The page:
SEATTLE -- A big breakthrough Thursday in the battle against cystic fibrosis: the first drug to treat the underlying cause of the disease. Although only a minority of cystic fibrosis patients will benefit, the Seattle doctor who led the the research says it means they've finally found the pathway to treating all patients with the disease.
See Rick Cissna run. See him run faster. What you won't see is Cissna coughing or stopping because he can't go on.
"It's like I hit the jackpot," said Rick.
Hit the jackpot because he shouldn't be able to do this.
Rick has cystic fibrosis, a life threatening genetic disease that attacks the lungs, causing excess mucous buildup making breathing difficult and leading to infections
If anyone knows what's it's like to see a loved one suffer from CF, it's Rick's wife, Kathy.
"Christmas morning he would be, sometimes he would be sick in bed, not feeling well and we'd just have to go to Plan B. We were doing Plan B a lot," said Kathy.
Seattle's Children's Dr. Bonnie Ramsey has been one of the country's leading researchers for CF. Over time, she's seen slow but steady progress.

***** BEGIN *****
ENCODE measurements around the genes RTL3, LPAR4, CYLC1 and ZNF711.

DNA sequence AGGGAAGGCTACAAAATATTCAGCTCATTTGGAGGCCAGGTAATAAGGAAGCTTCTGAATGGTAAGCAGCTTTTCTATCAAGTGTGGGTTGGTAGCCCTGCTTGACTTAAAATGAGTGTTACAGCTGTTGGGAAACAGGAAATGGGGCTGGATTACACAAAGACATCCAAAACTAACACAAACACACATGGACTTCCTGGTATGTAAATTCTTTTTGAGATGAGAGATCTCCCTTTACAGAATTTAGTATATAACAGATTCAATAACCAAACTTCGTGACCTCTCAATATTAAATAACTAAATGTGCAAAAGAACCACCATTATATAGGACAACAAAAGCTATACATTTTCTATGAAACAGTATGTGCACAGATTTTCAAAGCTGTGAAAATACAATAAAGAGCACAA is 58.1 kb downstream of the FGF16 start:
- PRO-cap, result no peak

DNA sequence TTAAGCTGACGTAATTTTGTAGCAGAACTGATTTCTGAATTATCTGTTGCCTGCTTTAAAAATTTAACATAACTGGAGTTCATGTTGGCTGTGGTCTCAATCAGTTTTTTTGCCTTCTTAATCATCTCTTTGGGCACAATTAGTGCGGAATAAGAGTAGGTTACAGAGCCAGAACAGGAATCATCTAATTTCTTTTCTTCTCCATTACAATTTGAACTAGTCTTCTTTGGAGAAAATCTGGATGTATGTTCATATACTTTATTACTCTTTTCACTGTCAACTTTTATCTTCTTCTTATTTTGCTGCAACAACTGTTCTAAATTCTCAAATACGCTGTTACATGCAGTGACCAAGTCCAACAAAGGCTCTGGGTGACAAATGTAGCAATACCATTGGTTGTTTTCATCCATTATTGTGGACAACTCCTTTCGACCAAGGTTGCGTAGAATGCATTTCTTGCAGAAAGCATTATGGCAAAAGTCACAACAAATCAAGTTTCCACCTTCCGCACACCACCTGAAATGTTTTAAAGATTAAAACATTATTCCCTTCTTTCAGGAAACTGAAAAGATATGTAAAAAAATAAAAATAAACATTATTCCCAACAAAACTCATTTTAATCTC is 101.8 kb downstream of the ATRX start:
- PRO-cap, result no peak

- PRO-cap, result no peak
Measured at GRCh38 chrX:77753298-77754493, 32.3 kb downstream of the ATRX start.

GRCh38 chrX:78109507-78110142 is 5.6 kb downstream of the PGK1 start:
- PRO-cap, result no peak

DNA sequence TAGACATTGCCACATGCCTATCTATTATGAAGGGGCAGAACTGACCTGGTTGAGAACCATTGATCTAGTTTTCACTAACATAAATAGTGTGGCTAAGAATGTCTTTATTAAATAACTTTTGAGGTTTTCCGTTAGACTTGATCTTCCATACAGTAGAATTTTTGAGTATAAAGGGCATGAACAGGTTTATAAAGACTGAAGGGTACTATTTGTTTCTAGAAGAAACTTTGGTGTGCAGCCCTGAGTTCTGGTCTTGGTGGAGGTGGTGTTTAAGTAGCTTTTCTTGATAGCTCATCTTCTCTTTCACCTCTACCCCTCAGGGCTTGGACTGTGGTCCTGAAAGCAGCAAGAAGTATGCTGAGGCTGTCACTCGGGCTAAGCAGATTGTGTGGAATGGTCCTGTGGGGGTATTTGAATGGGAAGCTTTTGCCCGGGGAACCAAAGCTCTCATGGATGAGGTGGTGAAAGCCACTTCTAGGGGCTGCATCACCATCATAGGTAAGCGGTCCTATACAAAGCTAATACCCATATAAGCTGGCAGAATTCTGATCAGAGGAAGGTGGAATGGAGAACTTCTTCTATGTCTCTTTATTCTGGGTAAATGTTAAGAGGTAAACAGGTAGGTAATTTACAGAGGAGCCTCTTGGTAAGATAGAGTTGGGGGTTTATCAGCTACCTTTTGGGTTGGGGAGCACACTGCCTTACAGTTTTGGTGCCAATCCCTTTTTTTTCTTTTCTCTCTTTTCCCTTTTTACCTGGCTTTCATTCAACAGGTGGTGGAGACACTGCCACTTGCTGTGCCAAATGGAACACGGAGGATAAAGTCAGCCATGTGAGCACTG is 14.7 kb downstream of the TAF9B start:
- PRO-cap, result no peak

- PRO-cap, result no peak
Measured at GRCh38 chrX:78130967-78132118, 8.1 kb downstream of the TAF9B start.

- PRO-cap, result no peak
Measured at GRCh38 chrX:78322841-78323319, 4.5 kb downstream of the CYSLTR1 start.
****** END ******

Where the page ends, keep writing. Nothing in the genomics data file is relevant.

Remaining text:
"Just those treatments alone in the last 20 years alone have improved the lifespan from the mid-teens to now being the later 30's about 38 years. so it's been a dramatic improvement," said Dr. Ramsey.
"Over the last 30 years, I 've seen a lot of things have helped me, but by far the biggest one is this," said Dr. Ramsey.
A pale blue bill, for now called VX-770, the first drug to treat the underlying cause of the disease. But it's a drug that almost didn't happen.
"Twenty years ago this could never be accomplished because we didn't know what the mutation was. We would have just tested all CFpatients Twenty years ago and we would have completely missed this," said Dr. Ramsey
Thanks to the Human Genome Project, Rick's mutation has been identified.
He started on the drug two years ago as part of a clinical trial and within days noticed a huge difference.
"For the last two years, I've been living large and pinching myself because it's like having a different life. A whole new life," said Rick.
"Now it's like he doesn't have CF anymore," said Kathy.
Now Rick can keep up with his kids.
"Before it was all about me taking care of myself. Now it's more about me taking care of them and being with them and be their daddy," said Rick.
And for Rick, being his kid's daddy is the best benefit of all.
The drug, which will be marketed under the name Kalydeco, has been submitted to the FDA For approval.
Even though only five percent of CFpatients stand to benefit, Dr. Ramsey says the next round of clinical trials will involve this drug plus other medications to find the right combination for treating the vast majority of CFpatients.